State law requires charter schools to submit five-year budget forecasts but school operators, confused and fearful for the future of their schools, can only guess at how to complete these. Many say their schools won't make it anywhere near five more years if the state charter-school financing approved by the Ohio House becomes law. Adding to the uncertainty are Ohio's declining economy and falling state revenues (see here).
House-approved spending levels would send the 350 students expected to enroll this autumn in Cleveland's Entrepreneurship Preparatory School (see here) back to what John Zitzner, the school's founder and president, calls the "dropout factories"-his name for most of the city's public district schools. The vast majority of his students are from families living in poverty. Almost every student receives a subsidized lunch.
A $400,000 loss in state funds would devastate the school's education program. "Of the 145 (public district and charter) schools in Cleveland, 15 are effective or excellent and we're one of them," he said. Instead of pushing ahead to establish another 10 schools in the next 20 years, Zitzner figures his school would be out of business in a year if proposed spending cuts are left intact.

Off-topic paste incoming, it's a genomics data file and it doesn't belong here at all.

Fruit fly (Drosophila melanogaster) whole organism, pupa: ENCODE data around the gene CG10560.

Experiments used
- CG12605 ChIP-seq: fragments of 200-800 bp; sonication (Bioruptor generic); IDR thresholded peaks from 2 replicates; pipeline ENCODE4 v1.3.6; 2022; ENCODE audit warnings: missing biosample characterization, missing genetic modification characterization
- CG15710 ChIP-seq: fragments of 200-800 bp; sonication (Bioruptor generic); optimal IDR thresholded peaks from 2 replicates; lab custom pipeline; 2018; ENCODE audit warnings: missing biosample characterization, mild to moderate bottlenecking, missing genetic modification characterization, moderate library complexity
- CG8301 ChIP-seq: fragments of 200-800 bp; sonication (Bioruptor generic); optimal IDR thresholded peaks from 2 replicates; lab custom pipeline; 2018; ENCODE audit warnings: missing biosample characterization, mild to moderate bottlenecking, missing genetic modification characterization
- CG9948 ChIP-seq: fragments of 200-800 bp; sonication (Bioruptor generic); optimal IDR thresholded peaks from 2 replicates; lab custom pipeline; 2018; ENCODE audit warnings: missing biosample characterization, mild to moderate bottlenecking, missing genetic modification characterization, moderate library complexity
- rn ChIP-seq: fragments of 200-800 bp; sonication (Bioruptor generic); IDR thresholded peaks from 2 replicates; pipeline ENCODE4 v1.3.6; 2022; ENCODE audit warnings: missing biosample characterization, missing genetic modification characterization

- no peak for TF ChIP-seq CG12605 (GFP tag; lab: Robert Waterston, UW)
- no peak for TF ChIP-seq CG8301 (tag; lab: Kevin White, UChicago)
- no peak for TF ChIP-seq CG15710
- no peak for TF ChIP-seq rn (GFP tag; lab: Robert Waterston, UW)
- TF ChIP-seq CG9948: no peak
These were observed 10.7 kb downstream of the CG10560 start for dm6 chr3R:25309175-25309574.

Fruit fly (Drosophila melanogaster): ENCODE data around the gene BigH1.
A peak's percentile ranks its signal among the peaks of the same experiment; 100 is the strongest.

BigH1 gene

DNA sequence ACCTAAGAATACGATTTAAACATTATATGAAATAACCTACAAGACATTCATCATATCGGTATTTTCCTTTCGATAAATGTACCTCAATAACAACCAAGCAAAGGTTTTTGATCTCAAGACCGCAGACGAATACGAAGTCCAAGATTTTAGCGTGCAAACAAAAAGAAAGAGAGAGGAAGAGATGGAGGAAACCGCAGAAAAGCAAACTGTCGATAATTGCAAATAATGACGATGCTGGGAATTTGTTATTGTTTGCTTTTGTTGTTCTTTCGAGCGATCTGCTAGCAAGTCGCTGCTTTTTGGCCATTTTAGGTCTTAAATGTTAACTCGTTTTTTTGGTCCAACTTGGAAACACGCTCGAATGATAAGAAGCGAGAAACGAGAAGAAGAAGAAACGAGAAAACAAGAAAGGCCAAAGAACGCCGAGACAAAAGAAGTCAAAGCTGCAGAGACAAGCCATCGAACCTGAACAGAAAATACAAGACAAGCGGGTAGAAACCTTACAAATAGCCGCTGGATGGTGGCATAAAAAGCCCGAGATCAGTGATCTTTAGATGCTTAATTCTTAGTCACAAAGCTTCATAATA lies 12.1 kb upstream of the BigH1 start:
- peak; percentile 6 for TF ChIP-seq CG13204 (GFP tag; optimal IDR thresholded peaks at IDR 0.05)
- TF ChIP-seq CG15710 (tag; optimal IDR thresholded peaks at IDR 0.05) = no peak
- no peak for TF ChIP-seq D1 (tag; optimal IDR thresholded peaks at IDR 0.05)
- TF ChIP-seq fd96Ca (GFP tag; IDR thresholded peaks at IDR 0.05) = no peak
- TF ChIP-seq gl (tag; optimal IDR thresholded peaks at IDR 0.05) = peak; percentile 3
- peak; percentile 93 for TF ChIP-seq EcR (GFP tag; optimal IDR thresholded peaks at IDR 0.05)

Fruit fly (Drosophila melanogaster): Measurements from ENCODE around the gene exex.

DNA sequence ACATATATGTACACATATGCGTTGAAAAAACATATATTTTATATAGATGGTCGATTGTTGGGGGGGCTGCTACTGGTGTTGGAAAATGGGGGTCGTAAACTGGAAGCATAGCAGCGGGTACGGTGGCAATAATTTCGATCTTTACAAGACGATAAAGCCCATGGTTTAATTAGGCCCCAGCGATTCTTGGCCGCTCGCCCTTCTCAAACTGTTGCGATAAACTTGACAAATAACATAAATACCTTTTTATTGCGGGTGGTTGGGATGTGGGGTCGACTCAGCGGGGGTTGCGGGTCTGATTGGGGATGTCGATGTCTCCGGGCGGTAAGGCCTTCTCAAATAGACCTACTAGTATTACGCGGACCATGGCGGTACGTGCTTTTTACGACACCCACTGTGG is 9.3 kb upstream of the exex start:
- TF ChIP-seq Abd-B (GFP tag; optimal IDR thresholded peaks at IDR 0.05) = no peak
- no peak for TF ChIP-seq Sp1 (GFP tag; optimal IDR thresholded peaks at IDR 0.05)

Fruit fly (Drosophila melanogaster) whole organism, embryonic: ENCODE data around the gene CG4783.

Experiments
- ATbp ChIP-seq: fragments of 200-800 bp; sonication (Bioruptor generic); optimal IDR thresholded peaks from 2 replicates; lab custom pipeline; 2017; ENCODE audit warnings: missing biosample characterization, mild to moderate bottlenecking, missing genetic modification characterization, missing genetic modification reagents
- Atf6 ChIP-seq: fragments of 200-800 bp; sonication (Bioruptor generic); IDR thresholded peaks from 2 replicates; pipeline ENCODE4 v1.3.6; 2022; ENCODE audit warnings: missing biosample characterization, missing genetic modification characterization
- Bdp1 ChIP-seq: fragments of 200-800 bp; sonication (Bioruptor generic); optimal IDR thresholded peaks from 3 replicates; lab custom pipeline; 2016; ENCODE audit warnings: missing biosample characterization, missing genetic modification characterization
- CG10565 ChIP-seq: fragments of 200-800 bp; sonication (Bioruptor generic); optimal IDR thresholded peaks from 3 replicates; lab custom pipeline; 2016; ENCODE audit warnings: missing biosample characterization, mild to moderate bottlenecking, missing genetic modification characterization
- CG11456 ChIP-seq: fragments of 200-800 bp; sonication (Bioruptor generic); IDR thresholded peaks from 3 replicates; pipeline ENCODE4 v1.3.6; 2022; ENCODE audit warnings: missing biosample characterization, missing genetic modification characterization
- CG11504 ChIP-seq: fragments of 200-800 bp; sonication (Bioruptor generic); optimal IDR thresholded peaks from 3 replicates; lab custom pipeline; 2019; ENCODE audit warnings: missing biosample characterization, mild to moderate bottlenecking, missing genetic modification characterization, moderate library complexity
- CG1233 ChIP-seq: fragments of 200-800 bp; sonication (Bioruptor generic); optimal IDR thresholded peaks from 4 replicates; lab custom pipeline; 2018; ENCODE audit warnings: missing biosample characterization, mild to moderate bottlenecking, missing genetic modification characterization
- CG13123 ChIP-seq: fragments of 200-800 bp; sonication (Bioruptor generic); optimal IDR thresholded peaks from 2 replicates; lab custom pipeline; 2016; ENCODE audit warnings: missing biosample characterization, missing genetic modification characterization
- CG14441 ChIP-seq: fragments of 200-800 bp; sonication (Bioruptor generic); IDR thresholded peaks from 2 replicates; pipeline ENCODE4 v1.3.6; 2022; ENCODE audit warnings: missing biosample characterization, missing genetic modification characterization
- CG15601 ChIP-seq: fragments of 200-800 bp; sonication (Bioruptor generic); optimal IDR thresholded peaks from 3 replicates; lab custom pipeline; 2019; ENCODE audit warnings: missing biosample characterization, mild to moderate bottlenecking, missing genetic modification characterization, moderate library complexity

Charter-school leaders are so focused
Terry Ryan / May 27, 2009
We've heard much about "zombie banks," institutions that are fundamentally insolvent but stay open because they are propped up by government intervention. But finance isn't the only field trod by the walking dead. In Dayton, and indeed across Ohio, we are also witnessing zombie schools. Many are operated by public school systems. To the great embarrassment of those who have supported charter schools, more than a few also exist within the charter sector. These are schools that remain open even though they no longer have any real hope of successfully educating children or even paying their bills.